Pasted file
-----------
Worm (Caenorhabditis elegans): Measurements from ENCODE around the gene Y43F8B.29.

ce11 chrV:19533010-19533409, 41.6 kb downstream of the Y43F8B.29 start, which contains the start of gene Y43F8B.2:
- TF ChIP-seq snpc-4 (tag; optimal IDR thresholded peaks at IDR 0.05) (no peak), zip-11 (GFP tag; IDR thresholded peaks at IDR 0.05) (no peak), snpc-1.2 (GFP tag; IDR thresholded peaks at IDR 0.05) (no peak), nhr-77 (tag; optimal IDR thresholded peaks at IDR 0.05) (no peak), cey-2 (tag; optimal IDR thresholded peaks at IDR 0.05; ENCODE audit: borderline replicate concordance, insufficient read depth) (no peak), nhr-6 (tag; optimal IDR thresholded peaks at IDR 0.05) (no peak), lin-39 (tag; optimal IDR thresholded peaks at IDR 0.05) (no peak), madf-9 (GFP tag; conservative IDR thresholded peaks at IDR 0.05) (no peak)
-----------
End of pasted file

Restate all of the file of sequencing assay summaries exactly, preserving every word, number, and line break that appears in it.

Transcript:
Worm (Caenorhabditis elegans): Measurements from ENCODE around the gene Y43F8B.29.

ce11 chrV:19533010-19533409, 41.6 kb downstream of the Y43F8B.29 start, which contains the start of gene Y43F8B.2:
- TF ChIP-seq snpc-4 (tag; optimal IDR thresholded peaks at IDR 0.05) (no peak), zip-11 (GFP tag; IDR thresholded peaks at IDR 0.05) (no peak), snpc-1.2 (GFP tag; IDR thresholded peaks at IDR 0.05) (no peak), nhr-77 (tag; optimal IDR thresholded peaks at IDR 0.05) (no peak), cey-2 (tag; optimal IDR thresholded peaks at IDR 0.05; ENCODE audit: borderline replicate concordance, insufficient read depth) (no peak), nhr-6 (tag; optimal IDR thresholded peaks at IDR 0.05) (no peak), lin-39 (tag; optimal IDR thresholded peaks at IDR 0.05) (no peak), madf-9 (GFP tag; conservative IDR thresholded peaks at IDR 0.05) (no peak)